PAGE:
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Is it worth it becoming a biology major?

-Job opportunities
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-Enjoyment of field #biology #science #major #college-major #medicine

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Dewan’s Answer

To be honest, biology is one of those degrees that is only good as a gateway to professional schools like pharmacy, medical dental school etc. It is such a vague degree that it does not have much of a pathway to a specific concentration. If your goal is to go to a professional school or even work in a life-sciences field, then I would recommend that you major in an area that is more specific (if your university does provide these options): microbiology/immunology, genetics, anatomy/physiology, medical humanities, environmental science etc. More specific degrees provide students with a more streamlined pathway to graduation and it helps set apart your application in interviews and other settings. However, if your institution does not provide those degrees, then you can always speak with your academic advisor about having a concentration within your biology degree. Hope that helps!
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Rachel’s Answer

If your goal is to become a physician, a biology major may make sense for you. Many of the classes required for a biology major are also among the pre-med requirements (1 year biology, 1 year inorganic chemistry, 1 year organic chemistry + labs, physics, calculus, and biochemistry). That being said, you certainly don't need to major in bio just to pursue a career in healthcare. GPA is more important that your major.
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Ian’s Answer

That largely depends on what you consider "worth it"?

I happen to love my job and make decent money, but am by no means wealthy. I do however have a home, a car, a couple of dogs, and get to take international vacations with my wife.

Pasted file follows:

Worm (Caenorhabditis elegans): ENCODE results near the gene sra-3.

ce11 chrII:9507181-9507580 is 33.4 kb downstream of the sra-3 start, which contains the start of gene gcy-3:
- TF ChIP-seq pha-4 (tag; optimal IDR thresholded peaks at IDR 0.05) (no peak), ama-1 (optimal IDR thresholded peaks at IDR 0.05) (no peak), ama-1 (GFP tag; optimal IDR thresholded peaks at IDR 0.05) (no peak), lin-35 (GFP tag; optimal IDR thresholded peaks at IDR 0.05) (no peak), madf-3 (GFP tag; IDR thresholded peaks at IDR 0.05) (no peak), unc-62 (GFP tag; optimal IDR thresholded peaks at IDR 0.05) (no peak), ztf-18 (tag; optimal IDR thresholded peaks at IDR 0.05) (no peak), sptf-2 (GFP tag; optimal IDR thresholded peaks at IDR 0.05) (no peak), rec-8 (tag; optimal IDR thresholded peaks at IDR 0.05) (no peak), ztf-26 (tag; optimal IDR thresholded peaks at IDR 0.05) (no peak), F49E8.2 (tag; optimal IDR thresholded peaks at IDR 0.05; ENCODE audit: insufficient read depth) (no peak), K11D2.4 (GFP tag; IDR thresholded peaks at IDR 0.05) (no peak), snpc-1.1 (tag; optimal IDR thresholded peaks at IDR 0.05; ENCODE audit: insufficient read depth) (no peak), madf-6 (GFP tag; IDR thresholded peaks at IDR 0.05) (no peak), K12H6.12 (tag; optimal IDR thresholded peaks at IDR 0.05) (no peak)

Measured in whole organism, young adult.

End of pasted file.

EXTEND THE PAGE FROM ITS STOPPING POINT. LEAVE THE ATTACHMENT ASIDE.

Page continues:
Biology is hard. If you are looking for an easy job where you get to retire early, look somewhere else.



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Estelle’s Answer

Biology is a very common major for students considering going to medical school. If you complete a degree in biology, you will have also fulfilled some of the requirements for courses required to apply for medical school. This often saves time and money. However, I recommend visiting the career resources at your college to see other jobs for which you might qualify with a biology degree. You might find that most of the jobs will require a masters degree if you do not go into medical school. other jobs for people with biology degrees are pharmaceutical representatives, genetic counselors, nurse practitioners and physician assistants, and teachers.
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Molly’s Answer

Short answer: yes, if you love biology and want to learn more about it.


If you're immersed in studying what you find to be interesting and inspiring, you'll be motivated to make a career out of it. In biology you also have the benefit of having tons of options for direction. In my undergraduate and graduate studies in biology, the system I worked in is very different from the one I work in now, but the skills I built in thinking like a scientist, designing and managing studies, communicating my work, managing and analyzing data, finding funding support, etc etc) transfer directly to what I do now, even though it's a very different industry.


As you explore biology more broadly, think not just about what specifically you'd want to study within biology, but what is your unique skill set? What sorts of aspects of science do you most enjoy and find you can contribute the most to? For me, it was communications--so now that's my focus as a scientist. For others, they love the analytical aspects of science and find themselves working as data scientists or in drug discovery modeling the effects of medicines on the body. Some people are really visual and work in fields of science where they use cool imaging techniques to study certain aspects of anatomy and physiology...the options are endless. go for it.



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